Unlike the old guards like Anthony Bourdain, today’s TV food personalities are in the dangerous habit of hugging every chef they meet. It seems a bit more natural to chief hugger Phil Rosenthal than Stanley Tucci who occasionally forces it uncomfortably. But whether the hug recipients like it or not, its really the ultimate sign of respect and validation for their hard work. Since we are mostly a polite species, words can only do so much. But for me, in order to waltz into a kitchen to hug the chef, at the very least I need to get a little intimate with his/her meat. I dont care how that sounds.
So perhaps for the 5th time in my life I hugged a chef. It happened in Matera, during Covid times no less. Judging by the firmness of the youngest of the two brothers who run the excellent Soul Kitchen, the feeling I assume was mutual. It was the type of hug you only see in funerals. The equivalent of roughly 500 Google reviews, or 700 Trip Advisor. By the end of the evening, I was at the home of a newly discovered and favorite cousin where we can argue about politics, and Eurovision songs. You just cant talk about Bruno or bread. Matera vs Altamura can be a touchy subject.
Some meals are like movies. They start a bit shaky, and can turn into epics. A table mix-up with another group resulted in some uncomfortable moments but all ended well. I’m always careful abroad with jokes that may not translate well, but I let one get away this time. Other personalities would have kicked us out, but not this loveable teddy bear. I haven’t met the older brother, but I can only imagine that he possesses the same passion as the younger Mimmo. You can see it in his eyes, hear it in his voice, and definitely taste it in his creations.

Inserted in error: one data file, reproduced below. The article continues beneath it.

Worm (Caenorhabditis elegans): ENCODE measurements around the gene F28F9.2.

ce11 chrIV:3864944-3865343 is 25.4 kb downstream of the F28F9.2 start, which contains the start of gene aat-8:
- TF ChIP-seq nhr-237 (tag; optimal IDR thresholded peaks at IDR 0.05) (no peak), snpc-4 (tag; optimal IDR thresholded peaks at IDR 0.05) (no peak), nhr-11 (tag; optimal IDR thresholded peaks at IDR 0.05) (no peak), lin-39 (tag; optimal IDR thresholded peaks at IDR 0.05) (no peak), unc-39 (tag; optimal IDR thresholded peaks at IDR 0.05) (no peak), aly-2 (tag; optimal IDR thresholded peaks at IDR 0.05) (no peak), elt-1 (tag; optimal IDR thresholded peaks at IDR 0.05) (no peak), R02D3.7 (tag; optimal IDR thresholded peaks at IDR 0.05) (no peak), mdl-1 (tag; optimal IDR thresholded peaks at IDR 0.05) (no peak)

Mimmo, with high end stints in Miami and other cities, pays homage to Matera specialties like the appropriately named Crapiata (rustic local bean soup) but at the same time can elevate with flair. Most in the know, come here to experience the outstanding Podolica (the southern answer to Chianina and Fassone) Ribeye. This expertly cooked cut ranks up there with anything we had in Tuscany.
And then you have the Risotto with Porcini, a trip spoiler in a way. Just about every mushroomless Risotto whether its red wine or cheese based, tastes inferior after this. Another standout was a Panna Cotta with Crusco peppers and orange infused olive oil. When you finish one of those meals with a dessert like this, its like culinary extasy. Hence what followed. We had other dishes but these were the memorable ones.
In one of the oldest continuously inhabited cities in the world, the gastronomy scene is still in its infancy. In my brief time in Matera I didnt get a chance to try much, but you get the sense that its already an especially competitive environment. Soul Kitchen is full of just that and is as solid as its its rock cave home.